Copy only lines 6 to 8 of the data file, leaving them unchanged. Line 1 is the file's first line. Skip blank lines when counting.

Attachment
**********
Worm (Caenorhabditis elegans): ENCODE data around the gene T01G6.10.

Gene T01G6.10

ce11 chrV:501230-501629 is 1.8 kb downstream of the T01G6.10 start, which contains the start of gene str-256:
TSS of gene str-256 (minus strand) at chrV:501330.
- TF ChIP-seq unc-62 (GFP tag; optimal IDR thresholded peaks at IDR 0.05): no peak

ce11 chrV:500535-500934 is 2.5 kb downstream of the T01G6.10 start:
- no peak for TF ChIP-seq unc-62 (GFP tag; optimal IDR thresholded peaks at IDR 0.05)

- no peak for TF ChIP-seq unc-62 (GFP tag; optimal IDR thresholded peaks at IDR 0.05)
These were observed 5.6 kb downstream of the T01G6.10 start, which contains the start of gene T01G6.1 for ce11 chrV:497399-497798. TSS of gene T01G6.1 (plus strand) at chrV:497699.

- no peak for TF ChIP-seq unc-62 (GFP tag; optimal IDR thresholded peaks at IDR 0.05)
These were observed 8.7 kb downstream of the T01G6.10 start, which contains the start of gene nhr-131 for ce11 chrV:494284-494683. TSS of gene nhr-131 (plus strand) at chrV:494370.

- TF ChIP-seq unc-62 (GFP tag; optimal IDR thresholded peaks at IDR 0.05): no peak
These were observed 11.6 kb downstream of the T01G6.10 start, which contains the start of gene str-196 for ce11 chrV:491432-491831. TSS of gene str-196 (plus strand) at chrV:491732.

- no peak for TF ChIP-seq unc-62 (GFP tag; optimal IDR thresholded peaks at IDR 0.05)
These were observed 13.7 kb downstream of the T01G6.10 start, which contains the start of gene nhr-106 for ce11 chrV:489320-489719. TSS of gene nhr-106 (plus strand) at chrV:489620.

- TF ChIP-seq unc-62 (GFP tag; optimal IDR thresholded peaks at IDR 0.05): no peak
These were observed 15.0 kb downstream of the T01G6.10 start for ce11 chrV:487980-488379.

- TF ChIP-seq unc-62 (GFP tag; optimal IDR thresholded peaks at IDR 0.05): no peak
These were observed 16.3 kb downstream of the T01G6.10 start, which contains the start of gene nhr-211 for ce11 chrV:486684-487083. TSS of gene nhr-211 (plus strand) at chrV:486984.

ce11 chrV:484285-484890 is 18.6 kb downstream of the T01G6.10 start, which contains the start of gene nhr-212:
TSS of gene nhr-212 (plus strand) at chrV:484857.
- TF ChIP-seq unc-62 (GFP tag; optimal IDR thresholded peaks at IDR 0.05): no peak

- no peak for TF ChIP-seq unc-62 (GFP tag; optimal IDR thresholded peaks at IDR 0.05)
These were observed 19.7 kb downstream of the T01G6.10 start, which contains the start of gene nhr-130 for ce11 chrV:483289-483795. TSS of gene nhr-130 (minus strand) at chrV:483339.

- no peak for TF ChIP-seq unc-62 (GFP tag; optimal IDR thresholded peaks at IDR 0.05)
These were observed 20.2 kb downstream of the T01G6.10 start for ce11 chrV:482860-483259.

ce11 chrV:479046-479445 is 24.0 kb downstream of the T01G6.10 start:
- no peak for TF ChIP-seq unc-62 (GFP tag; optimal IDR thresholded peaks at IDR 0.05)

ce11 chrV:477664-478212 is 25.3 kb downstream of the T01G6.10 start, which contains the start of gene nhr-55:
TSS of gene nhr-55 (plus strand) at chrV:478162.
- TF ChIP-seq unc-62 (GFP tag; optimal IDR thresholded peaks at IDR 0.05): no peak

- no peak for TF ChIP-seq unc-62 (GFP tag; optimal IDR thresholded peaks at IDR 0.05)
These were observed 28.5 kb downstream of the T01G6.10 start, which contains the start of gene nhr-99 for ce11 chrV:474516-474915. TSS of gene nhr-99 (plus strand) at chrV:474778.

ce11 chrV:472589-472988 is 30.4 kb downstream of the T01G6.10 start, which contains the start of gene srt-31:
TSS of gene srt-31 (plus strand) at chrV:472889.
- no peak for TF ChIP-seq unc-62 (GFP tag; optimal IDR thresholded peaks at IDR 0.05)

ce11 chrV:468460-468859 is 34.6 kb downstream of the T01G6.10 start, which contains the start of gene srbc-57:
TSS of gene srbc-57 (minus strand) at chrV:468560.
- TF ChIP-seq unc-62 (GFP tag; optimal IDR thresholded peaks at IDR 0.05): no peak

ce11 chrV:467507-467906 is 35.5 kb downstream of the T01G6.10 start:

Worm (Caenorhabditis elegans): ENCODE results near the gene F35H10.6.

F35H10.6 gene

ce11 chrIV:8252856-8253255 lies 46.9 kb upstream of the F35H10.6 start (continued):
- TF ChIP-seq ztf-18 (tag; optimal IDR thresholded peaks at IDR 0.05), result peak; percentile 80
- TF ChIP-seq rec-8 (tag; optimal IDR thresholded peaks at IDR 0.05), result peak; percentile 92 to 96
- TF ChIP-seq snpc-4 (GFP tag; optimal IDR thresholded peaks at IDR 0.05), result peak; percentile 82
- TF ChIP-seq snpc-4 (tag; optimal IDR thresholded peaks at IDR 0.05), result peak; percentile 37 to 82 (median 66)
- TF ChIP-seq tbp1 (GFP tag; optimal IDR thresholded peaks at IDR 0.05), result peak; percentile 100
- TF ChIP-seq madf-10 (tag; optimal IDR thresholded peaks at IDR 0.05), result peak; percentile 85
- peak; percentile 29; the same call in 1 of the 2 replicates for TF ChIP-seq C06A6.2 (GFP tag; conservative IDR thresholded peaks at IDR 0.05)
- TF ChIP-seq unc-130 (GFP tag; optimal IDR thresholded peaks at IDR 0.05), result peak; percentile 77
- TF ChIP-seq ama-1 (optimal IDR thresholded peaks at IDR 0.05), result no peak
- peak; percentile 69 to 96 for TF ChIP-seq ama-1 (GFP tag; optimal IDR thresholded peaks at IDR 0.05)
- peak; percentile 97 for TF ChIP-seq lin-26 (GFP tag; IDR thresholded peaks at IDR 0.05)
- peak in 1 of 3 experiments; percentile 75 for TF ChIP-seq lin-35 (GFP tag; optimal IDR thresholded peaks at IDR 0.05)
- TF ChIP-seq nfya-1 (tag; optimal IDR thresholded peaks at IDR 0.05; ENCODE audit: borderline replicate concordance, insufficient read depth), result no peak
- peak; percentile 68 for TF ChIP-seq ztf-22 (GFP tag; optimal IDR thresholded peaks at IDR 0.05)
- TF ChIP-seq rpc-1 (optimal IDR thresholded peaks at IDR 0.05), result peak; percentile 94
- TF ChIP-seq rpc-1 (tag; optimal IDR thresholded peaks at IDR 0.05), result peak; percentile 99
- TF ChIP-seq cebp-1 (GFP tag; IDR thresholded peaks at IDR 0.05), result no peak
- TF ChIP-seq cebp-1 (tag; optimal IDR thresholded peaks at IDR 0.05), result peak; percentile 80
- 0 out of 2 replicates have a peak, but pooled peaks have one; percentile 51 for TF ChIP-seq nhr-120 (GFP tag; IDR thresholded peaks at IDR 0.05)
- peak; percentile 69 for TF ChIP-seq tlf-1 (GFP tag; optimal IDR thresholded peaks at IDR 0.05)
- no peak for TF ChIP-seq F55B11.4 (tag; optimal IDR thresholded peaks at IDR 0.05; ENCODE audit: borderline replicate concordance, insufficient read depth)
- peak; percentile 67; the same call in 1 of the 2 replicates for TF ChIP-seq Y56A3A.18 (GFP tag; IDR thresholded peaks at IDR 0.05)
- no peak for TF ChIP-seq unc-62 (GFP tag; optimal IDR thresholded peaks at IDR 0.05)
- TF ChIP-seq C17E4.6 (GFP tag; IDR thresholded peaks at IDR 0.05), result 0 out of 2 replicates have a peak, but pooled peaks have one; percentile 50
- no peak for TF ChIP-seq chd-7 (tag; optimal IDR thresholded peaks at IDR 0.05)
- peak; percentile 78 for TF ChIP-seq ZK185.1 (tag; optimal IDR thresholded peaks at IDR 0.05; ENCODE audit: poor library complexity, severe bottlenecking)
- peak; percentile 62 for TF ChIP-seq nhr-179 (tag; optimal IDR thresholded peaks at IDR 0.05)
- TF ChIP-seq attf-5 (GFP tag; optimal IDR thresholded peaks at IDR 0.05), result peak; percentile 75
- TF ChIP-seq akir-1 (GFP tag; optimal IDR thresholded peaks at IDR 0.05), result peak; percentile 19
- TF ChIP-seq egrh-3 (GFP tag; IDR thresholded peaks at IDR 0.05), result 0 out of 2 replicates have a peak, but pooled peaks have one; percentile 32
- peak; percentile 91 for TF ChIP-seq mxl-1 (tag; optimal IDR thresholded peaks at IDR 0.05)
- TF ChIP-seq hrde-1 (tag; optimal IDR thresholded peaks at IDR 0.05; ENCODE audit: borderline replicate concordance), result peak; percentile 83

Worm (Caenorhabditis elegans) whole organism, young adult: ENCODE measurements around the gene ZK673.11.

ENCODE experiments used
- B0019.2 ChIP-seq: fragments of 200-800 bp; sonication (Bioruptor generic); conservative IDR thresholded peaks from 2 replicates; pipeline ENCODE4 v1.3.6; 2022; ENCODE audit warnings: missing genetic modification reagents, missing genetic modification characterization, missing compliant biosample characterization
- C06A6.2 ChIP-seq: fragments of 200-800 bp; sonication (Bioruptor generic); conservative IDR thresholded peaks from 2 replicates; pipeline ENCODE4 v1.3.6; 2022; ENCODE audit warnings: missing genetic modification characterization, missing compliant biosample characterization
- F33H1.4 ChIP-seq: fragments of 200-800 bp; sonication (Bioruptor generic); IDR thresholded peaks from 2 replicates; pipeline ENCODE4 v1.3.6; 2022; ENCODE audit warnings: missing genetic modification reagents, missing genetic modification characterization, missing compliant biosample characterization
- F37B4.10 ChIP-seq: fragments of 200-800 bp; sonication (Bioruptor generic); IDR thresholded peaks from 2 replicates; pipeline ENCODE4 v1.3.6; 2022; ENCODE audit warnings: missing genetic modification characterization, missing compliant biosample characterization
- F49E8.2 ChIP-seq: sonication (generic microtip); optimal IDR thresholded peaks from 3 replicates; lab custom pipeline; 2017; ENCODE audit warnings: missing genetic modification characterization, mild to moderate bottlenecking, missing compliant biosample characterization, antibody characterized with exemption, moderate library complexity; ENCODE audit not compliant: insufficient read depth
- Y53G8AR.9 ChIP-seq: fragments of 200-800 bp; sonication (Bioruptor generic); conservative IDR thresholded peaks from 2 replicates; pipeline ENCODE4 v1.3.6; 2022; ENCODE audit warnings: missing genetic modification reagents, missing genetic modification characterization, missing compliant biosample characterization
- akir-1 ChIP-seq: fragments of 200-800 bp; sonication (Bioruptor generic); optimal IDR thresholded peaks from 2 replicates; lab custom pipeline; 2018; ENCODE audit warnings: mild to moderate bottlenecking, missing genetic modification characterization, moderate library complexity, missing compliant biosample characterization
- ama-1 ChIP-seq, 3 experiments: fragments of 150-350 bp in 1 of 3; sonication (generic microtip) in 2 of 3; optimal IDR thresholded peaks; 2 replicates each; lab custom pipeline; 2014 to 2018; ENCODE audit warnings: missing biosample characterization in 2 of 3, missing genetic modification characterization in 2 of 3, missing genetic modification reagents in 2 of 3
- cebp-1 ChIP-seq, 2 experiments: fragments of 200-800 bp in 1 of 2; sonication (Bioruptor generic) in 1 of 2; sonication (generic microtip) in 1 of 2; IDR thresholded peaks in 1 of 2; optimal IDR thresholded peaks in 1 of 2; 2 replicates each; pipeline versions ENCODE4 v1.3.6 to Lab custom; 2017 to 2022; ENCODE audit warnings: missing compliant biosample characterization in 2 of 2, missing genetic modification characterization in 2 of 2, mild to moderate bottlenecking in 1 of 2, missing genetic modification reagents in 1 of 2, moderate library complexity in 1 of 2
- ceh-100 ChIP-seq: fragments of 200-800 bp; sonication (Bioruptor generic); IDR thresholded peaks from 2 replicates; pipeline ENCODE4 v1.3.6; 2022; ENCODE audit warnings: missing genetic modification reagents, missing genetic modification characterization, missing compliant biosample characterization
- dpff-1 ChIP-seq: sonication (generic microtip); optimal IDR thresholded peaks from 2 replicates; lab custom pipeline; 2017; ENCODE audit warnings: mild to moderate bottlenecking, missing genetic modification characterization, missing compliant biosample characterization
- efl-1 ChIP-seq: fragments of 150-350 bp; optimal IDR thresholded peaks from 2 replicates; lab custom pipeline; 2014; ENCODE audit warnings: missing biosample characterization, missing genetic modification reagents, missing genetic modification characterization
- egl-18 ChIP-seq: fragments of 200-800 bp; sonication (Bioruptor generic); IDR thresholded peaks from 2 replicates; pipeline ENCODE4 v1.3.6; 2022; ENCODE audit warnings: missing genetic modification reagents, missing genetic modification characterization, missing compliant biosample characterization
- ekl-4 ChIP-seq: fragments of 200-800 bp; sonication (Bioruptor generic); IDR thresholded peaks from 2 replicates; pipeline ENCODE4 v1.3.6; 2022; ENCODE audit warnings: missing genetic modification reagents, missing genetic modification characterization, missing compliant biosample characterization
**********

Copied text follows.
ce11 chrV:500535-500934 is 2.5 kb downstream of the T01G6.10 start:
- no peak for TF ChIP-seq unc-62 (GFP tag; optimal IDR thresholded peaks at IDR 0.05)

- no peak for TF ChIP-seq unc-62 (GFP tag; optimal IDR thresholded peaks at IDR 0.05)